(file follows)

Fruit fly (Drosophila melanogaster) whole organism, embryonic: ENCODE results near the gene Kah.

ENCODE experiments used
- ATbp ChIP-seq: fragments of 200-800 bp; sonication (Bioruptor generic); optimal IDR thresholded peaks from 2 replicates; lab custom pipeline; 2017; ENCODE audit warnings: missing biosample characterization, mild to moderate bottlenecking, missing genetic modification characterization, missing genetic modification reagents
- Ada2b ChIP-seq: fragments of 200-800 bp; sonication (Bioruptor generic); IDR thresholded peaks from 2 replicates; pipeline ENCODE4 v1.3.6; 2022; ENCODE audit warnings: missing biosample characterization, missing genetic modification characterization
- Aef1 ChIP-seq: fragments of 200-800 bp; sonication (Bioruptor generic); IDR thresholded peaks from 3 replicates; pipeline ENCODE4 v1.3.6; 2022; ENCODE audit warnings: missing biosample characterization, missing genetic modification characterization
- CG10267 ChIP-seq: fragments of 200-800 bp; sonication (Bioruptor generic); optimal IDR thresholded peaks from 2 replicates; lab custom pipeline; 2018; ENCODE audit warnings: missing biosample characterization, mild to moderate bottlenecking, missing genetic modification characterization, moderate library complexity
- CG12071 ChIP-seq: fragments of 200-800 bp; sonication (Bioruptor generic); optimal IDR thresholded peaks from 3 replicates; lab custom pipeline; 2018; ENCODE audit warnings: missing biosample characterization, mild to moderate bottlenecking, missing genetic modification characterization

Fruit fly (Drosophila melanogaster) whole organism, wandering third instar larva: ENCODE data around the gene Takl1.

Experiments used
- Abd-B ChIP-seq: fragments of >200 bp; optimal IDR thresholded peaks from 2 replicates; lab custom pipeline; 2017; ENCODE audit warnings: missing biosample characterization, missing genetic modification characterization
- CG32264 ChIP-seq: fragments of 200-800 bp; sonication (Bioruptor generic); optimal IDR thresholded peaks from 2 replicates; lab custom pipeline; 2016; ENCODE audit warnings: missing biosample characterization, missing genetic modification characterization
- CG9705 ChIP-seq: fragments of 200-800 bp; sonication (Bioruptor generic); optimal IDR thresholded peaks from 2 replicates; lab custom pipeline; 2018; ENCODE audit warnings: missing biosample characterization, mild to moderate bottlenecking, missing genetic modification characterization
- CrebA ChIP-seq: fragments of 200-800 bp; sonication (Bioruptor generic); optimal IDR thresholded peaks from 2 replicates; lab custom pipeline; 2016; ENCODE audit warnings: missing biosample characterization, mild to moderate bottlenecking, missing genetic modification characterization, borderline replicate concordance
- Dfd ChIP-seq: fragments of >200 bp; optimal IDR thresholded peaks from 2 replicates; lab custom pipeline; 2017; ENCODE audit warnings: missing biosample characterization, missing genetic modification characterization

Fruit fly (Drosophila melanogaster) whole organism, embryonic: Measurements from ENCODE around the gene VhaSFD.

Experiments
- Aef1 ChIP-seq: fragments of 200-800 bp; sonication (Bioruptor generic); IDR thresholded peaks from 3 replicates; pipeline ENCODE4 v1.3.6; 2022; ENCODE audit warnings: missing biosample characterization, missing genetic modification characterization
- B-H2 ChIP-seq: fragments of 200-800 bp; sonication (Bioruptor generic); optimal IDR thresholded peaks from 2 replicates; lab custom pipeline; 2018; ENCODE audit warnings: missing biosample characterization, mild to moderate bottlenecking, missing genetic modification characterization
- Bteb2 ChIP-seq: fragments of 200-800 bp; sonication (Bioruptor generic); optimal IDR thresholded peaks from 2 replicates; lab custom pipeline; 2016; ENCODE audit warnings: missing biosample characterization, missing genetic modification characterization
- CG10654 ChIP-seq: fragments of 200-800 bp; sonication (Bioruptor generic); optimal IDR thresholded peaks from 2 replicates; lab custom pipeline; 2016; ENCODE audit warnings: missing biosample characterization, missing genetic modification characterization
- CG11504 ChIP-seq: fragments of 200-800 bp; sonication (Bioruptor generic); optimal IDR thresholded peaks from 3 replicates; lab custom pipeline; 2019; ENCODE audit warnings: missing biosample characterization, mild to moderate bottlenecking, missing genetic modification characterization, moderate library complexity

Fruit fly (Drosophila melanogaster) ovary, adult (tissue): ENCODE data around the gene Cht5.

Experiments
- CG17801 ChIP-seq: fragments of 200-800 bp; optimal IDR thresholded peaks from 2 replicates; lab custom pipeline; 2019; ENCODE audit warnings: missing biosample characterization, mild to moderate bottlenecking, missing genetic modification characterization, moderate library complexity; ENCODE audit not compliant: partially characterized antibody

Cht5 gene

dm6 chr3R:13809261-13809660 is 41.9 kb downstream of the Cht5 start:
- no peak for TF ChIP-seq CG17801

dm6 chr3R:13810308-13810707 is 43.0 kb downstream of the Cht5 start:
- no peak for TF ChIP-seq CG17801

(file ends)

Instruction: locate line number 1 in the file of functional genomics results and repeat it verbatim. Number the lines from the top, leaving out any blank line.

Fruit fly (Drosophila melanogaster) whole organism, embryonic: ENCODE results near the gene Kah.